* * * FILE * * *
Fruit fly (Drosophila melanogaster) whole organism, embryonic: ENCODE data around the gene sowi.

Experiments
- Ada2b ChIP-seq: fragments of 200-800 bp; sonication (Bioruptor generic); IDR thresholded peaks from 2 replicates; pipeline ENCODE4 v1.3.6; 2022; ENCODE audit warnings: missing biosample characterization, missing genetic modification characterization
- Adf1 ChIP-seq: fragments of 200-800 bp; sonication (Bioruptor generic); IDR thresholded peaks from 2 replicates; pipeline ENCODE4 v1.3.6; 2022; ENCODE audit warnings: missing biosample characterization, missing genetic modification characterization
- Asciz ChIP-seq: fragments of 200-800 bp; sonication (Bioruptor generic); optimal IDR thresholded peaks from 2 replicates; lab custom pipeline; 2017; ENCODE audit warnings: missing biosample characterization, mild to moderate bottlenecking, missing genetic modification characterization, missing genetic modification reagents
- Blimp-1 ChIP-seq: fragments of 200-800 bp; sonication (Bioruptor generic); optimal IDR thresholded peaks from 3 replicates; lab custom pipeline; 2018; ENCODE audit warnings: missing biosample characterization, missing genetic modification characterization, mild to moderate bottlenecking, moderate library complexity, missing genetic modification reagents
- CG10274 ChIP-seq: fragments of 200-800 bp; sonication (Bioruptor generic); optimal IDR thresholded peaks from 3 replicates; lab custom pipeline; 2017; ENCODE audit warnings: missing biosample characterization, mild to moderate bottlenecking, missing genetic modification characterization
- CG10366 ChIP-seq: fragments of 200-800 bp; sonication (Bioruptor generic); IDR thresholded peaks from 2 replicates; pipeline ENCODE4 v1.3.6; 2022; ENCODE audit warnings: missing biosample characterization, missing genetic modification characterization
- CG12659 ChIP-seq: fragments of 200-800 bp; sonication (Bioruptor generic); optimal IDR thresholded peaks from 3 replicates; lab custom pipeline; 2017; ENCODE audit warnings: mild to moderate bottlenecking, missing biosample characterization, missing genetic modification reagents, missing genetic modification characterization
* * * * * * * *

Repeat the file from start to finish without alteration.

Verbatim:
Fruit fly (Drosophila melanogaster) whole organism, embryonic: ENCODE data around the gene sowi.

Experiments
- Ada2b ChIP-seq: fragments of 200-800 bp; sonication (Bioruptor generic); IDR thresholded peaks from 2 replicates; pipeline ENCODE4 v1.3.6; 2022; ENCODE audit warnings: missing biosample characterization, missing genetic modification characterization
- Adf1 ChIP-seq: fragments of 200-800 bp; sonication (Bioruptor generic); IDR thresholded peaks from 2 replicates; pipeline ENCODE4 v1.3.6; 2022; ENCODE audit warnings: missing biosample characterization, missing genetic modification characterization
- Asciz ChIP-seq: fragments of 200-800 bp; sonication (Bioruptor generic); optimal IDR thresholded peaks from 2 replicates; lab custom pipeline; 2017; ENCODE audit warnings: missing biosample characterization, mild to moderate bottlenecking, missing genetic modification characterization, missing genetic modification reagents
- Blimp-1 ChIP-seq: fragments of 200-800 bp; sonication (Bioruptor generic); optimal IDR thresholded peaks from 3 replicates; lab custom pipeline; 2018; ENCODE audit warnings: missing biosample characterization, missing genetic modification characterization, mild to moderate bottlenecking, moderate library complexity, missing genetic modification reagents
- CG10274 ChIP-seq: fragments of 200-800 bp; sonication (Bioruptor generic); optimal IDR thresholded peaks from 3 replicates; lab custom pipeline; 2017; ENCODE audit warnings: missing biosample characterization, mild to moderate bottlenecking, missing genetic modification characterization
- CG10366 ChIP-seq: fragments of 200-800 bp; sonication (Bioruptor generic); IDR thresholded peaks from 2 replicates; pipeline ENCODE4 v1.3.6; 2022; ENCODE audit warnings: missing biosample characterization, missing genetic modification characterization
- CG12659 ChIP-seq: fragments of 200-800 bp; sonication (Bioruptor generic); optimal IDR thresholded peaks from 3 replicates; lab custom pipeline; 2017; ENCODE audit warnings: mild to moderate bottlenecking, missing biosample characterization, missing genetic modification reagents, missing genetic modification characterization